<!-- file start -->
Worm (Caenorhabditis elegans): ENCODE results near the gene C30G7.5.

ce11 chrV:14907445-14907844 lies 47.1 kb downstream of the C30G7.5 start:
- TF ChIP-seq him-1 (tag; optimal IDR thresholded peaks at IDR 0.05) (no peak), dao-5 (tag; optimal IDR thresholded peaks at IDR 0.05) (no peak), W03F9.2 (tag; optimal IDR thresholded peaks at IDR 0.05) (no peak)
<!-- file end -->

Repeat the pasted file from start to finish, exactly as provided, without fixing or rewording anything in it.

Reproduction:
Worm (Caenorhabditis elegans): ENCODE results near the gene C30G7.5.

ce11 chrV:14907445-14907844 lies 47.1 kb downstream of the C30G7.5 start:
- TF ChIP-seq him-1 (tag; optimal IDR thresholded peaks at IDR 0.05) (no peak), dao-5 (tag; optimal IDR thresholded peaks at IDR 0.05) (no peak), W03F9.2 (tag; optimal IDR thresholded peaks at IDR 0.05) (no peak)